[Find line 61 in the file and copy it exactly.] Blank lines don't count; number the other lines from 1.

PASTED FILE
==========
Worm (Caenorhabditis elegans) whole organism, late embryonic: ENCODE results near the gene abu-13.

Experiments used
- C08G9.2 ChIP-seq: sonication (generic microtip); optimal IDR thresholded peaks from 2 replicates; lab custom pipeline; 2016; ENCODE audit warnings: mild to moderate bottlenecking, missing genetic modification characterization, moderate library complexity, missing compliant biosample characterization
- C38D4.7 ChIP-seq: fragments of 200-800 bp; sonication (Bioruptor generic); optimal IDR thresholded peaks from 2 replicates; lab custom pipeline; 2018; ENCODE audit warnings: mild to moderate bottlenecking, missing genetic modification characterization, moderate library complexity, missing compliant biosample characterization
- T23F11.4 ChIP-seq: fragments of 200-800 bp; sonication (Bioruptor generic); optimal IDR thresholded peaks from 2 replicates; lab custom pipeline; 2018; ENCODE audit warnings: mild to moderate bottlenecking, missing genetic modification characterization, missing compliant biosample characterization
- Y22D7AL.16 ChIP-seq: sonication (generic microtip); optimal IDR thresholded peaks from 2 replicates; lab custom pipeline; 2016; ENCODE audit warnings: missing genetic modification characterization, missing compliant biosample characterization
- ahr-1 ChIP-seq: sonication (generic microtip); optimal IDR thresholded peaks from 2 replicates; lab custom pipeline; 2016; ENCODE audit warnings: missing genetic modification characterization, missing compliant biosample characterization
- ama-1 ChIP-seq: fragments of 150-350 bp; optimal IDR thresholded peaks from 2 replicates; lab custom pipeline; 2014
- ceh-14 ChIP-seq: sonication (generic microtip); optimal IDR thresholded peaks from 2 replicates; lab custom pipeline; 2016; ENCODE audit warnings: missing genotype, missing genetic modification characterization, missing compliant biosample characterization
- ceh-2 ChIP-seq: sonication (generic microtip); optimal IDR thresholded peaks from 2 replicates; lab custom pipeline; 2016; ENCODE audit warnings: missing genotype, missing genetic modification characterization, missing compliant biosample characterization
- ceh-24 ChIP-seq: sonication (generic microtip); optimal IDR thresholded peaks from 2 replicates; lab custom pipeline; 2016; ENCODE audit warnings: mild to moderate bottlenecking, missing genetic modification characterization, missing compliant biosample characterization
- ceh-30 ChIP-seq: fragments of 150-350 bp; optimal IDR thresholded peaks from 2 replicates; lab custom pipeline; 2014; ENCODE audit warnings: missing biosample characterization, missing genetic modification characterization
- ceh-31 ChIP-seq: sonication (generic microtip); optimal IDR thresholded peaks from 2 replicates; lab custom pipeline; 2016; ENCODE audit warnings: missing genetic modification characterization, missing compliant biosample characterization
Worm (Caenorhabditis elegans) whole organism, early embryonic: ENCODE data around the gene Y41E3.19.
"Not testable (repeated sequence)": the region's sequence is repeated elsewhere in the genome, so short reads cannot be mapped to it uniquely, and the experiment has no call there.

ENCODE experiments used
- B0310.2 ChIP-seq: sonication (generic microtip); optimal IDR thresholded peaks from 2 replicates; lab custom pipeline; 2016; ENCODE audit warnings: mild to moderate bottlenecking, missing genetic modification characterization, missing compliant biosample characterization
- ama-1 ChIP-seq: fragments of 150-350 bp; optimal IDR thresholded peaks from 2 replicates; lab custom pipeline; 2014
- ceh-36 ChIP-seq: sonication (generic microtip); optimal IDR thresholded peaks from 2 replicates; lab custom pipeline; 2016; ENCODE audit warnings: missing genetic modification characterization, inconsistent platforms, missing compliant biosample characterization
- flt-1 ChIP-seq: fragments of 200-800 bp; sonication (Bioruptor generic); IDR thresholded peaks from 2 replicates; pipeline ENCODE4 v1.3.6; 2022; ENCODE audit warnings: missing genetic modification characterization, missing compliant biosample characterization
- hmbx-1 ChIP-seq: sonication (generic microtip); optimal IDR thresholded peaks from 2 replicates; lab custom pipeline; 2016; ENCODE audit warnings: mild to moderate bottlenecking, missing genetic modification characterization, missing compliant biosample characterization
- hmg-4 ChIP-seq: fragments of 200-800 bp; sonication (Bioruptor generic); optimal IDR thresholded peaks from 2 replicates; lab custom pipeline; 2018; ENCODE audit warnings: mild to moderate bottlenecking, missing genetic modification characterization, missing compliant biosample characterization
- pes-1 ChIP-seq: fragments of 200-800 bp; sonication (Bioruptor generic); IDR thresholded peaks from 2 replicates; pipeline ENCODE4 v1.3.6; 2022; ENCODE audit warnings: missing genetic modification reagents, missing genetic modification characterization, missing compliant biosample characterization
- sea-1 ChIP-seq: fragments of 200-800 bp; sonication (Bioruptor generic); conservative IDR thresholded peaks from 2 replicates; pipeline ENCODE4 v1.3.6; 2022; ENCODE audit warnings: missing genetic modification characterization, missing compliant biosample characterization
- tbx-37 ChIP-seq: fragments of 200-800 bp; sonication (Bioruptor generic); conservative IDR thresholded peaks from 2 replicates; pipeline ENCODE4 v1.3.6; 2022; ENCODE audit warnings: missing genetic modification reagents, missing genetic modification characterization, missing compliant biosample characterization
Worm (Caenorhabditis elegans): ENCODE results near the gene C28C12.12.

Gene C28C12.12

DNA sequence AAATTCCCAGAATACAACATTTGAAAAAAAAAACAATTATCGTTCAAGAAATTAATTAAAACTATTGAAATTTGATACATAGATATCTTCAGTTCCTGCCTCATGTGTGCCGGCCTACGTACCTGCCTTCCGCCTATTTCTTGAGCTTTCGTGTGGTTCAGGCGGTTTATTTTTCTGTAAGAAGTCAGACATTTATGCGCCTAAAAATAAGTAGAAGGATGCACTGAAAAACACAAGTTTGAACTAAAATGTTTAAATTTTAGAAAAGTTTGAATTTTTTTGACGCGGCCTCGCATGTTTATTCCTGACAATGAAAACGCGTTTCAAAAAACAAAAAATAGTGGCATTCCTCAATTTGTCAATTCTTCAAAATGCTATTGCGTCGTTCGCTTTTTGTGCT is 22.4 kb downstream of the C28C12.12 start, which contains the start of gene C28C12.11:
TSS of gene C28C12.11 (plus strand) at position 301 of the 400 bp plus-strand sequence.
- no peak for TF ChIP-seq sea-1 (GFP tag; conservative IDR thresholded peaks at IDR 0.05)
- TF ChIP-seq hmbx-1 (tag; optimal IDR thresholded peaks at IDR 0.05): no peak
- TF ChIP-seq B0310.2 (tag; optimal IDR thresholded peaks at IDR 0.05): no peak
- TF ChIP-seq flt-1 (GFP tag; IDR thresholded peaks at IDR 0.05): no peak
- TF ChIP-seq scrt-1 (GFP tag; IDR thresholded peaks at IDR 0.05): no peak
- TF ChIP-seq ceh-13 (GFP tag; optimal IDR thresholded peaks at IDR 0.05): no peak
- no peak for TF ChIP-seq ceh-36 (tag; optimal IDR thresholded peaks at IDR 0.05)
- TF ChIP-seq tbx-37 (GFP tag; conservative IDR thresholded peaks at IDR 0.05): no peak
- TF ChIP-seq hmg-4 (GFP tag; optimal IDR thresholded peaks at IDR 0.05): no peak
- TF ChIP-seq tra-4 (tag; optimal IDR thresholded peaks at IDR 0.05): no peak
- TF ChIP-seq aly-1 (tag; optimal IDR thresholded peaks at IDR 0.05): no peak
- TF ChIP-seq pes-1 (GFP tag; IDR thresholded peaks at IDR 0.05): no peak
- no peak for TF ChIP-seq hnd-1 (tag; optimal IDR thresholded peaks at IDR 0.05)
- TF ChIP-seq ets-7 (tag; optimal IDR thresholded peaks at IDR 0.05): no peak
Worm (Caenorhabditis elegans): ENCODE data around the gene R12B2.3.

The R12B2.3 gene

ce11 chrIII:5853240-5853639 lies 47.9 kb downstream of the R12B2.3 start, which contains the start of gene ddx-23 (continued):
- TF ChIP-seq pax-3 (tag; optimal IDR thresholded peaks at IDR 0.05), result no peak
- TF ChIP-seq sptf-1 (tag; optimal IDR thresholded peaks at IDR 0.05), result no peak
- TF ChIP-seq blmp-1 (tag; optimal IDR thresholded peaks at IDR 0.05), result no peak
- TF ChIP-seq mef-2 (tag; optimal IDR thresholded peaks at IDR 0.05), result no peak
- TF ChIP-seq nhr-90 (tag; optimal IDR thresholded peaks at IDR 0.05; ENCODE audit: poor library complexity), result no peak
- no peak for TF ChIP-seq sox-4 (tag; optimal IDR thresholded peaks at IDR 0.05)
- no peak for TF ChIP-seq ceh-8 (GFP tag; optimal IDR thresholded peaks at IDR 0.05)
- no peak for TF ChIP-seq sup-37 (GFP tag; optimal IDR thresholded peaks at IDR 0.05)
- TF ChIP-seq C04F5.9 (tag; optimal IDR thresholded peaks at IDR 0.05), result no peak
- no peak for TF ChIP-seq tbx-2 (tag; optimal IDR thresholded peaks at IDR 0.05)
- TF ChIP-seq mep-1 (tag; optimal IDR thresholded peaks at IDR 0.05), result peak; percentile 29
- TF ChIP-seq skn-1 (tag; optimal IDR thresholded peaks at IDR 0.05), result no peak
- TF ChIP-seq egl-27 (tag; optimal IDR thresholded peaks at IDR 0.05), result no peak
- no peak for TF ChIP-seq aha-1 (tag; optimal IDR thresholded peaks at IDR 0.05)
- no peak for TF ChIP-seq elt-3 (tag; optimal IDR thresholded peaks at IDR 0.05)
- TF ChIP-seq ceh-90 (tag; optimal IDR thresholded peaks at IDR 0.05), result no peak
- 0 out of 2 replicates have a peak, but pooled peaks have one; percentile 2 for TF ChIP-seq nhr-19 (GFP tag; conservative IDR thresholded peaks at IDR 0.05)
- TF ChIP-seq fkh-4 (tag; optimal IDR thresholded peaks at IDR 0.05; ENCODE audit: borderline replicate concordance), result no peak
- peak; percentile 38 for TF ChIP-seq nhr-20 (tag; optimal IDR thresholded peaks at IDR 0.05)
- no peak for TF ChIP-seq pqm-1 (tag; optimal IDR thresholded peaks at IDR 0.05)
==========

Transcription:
- no peak for TF ChIP-seq elt-3 (tag; optimal IDR thresholded peaks at IDR 0.05)